Physicists around the world excitedly greeted the news on Wednesday that a new particle has been detected consistent with the elusive Higgs boson, the long sought-after particle believed responsible for all forces in the universe.
Rejection by the European parliament on Wednesday night of an international treaty that attempted to strengthen the enforcement of intellectual property rights could impact on the debate in other countries, according to Professor Christoph Antons, a chief investigator with the Australian Research Council.
Shortly after being sworn in as Egypt’s first freely-elected civilian president, Mohamed Mursi was driven by motorcade to Cairo University, the country’s oldest secular higher education institution. Minutes later, the engineering professor showed up in the auditorium where US President Barack Obama delivered his landmark address in 2009.
The University of Zambia has been closed indefinitely by a lecturer strike for better pay and working conditions. The academics have resolved to withhold examination results from students pending a favourable outcome for their demands.
University administrators in Ghana have joined the latest wave of nationwide strike action that has swept the country over the past few months. Students have reacted with anger, saying that admission to universities and academic work is being affected.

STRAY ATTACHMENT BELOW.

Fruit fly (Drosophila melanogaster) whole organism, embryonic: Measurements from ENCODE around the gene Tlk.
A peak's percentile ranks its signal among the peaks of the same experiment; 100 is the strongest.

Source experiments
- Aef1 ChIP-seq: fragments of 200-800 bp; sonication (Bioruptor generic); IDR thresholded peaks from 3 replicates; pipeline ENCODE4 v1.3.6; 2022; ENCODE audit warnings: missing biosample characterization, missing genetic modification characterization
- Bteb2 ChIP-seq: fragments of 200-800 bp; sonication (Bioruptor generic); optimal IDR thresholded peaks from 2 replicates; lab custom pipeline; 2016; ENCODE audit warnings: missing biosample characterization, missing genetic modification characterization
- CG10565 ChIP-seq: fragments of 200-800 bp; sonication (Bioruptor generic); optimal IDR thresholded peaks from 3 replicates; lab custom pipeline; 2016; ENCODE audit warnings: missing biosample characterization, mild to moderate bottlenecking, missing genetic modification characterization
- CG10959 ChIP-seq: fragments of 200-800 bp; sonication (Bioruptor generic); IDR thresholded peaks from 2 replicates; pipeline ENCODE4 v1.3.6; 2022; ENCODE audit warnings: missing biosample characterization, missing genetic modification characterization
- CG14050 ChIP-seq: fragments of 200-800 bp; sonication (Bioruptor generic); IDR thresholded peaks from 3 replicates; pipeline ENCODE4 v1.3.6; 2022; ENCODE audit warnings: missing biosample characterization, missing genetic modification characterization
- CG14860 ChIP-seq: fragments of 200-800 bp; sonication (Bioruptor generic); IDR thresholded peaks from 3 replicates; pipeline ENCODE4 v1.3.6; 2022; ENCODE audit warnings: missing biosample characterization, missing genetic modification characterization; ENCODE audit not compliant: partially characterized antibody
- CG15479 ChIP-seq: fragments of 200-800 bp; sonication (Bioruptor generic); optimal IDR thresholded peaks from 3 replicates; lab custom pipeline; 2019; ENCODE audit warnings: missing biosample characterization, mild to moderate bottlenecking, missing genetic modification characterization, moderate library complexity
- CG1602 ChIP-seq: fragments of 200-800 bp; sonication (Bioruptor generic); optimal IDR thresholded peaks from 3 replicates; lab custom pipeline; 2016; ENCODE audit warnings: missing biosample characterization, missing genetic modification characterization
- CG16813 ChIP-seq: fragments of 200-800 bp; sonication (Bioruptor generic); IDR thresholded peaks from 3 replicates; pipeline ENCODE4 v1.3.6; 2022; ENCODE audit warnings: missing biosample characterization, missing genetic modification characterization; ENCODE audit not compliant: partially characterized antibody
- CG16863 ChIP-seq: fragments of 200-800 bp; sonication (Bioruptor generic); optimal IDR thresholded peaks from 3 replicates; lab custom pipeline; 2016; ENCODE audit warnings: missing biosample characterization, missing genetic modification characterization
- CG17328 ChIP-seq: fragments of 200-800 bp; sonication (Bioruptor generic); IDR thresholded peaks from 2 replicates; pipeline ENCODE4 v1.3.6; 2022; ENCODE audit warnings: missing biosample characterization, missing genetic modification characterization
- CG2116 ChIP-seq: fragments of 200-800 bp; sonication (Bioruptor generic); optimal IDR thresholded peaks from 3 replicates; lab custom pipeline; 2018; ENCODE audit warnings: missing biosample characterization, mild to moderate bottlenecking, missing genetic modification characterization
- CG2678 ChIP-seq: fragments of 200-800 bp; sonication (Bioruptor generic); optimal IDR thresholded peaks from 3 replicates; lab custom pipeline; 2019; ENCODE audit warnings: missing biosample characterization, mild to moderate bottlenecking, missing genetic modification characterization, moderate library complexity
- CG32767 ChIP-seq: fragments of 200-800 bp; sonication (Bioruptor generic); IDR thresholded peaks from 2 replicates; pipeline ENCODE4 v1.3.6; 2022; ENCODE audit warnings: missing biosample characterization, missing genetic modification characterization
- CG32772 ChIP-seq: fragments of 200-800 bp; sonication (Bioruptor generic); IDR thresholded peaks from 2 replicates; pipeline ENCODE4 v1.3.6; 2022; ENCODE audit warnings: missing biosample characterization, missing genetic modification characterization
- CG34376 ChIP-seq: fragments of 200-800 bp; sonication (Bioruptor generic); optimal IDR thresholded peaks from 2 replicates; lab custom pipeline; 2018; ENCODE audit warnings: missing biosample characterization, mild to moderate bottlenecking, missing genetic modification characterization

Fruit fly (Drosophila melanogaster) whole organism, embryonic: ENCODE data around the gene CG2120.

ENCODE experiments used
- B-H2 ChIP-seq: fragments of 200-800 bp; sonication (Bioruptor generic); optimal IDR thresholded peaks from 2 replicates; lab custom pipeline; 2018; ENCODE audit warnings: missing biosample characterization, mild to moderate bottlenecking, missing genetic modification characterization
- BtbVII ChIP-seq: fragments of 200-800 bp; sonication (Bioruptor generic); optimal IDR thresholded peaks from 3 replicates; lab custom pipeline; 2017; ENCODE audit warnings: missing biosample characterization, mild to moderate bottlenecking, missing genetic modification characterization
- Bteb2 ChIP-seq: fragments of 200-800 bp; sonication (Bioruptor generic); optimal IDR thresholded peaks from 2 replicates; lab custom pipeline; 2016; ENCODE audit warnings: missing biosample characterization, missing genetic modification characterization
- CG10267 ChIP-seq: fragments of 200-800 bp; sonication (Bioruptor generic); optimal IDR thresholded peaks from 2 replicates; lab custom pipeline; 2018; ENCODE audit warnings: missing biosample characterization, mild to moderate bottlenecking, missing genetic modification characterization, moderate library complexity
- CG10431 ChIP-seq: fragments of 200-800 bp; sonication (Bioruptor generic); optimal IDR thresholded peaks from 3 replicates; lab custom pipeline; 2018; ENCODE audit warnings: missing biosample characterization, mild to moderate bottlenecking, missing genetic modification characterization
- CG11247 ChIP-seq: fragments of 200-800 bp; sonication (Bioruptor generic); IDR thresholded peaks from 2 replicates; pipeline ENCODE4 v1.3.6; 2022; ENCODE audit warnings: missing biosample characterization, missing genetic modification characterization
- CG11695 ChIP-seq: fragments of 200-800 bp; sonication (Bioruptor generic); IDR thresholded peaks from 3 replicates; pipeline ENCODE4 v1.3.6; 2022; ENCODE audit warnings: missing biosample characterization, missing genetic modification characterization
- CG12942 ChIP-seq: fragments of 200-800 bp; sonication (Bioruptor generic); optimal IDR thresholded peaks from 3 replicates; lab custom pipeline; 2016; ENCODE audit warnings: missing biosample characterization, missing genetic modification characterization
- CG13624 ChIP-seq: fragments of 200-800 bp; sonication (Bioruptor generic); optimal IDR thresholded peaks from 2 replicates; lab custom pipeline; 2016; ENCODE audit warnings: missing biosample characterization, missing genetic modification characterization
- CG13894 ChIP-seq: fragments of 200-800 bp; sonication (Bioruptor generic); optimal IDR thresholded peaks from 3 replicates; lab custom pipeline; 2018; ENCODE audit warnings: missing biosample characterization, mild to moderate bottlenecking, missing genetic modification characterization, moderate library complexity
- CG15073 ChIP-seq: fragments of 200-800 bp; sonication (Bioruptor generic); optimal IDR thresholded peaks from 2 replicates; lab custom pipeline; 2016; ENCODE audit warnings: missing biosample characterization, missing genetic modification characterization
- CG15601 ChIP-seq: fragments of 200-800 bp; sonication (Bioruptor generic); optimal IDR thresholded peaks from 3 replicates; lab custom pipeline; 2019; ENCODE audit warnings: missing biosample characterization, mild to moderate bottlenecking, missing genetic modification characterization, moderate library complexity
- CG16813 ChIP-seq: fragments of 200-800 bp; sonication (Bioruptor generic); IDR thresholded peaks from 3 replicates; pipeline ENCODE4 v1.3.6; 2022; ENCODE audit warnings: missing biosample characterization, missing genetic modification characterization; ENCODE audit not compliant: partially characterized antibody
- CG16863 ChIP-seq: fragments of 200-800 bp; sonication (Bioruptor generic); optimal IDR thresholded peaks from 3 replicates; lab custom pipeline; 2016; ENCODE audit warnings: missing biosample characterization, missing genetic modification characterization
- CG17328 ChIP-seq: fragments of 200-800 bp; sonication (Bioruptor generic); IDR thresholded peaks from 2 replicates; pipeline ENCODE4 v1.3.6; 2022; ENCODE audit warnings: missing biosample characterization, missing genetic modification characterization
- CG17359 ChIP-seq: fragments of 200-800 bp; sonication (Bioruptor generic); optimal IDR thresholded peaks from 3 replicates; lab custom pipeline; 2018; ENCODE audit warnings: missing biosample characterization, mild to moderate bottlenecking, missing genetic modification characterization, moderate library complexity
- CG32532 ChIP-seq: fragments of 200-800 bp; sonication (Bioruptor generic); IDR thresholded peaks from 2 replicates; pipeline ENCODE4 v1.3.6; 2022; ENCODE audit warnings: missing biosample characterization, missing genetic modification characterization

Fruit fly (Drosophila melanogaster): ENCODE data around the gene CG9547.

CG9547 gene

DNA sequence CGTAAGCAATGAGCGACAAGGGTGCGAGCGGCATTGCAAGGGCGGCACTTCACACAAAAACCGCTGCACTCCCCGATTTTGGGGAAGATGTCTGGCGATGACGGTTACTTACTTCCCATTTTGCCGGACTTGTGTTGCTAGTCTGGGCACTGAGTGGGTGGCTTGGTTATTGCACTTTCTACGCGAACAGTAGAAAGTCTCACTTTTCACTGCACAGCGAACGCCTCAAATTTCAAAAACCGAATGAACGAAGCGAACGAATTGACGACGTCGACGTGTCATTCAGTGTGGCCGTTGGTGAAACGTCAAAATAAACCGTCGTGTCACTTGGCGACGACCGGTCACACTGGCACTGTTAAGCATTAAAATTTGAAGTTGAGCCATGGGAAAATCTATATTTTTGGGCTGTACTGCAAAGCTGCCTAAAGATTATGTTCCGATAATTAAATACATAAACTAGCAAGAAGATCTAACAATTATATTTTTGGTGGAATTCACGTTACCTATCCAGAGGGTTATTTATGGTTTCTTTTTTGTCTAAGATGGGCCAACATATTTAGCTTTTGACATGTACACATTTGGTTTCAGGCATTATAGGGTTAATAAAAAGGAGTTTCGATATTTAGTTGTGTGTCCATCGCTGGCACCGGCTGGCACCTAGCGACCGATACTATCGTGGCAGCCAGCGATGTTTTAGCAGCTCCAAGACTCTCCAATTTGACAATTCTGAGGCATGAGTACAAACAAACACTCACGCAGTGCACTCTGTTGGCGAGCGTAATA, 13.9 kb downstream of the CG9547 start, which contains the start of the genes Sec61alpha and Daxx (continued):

The University of Mauritius has finally appointed a local academic, Professor Ramesh Rughooputh, as vice-chancellor – following the abrupt resignation of his foreign predecessor, and after another foreign academic declined the post.
Proposals to bundle all European education and training support programmes into one huge, interconnected programme for 2014-20 are entering a decisive stage, as European ministers have accepted the majority of the European Commission’s outline and the European parliament is set to discuss further details.
Despite affirmative action laws, cases of discrimination against disadvantaged groups at India’s elite institutions continue to surface, leading to new anti-discrimination regulations for universities. But this may not be enough, given the covert nature of discrimination and the hierarchical structure of Indian society.
GLOBALAndrew Green, Wang Fangqing, Paul Cochrane, Jonathan Dyson and Carmen Paun
The Politecnico di Milano, one of Italy's most prestigious universities, will teach and assess most of its degree and all of its postgraduate courses entirely in English from 2014. While the move proved controversial in Italy, it is far from unusual – universities worldwide have been switching wholly or partly to teaching in English for a number of reasons.
Ukraine's higher education system needs reform and its integration into the European Higher Education Area would aid this, boost standards and the quality of what universities offer, and counter corruption.
HONG KONGWay Kuo
Hong Kong and its universities need to internationalise more. But to do so they have to consider what they can offer the rest of the world. International students will not study in Hong Kong just because universities operate in English.
GLOBALDevi D Tewari
The United States PhD model is the gold standard, but the European model is less expensive and could be a more realistic initial goal for developing countries wishing to raise standards.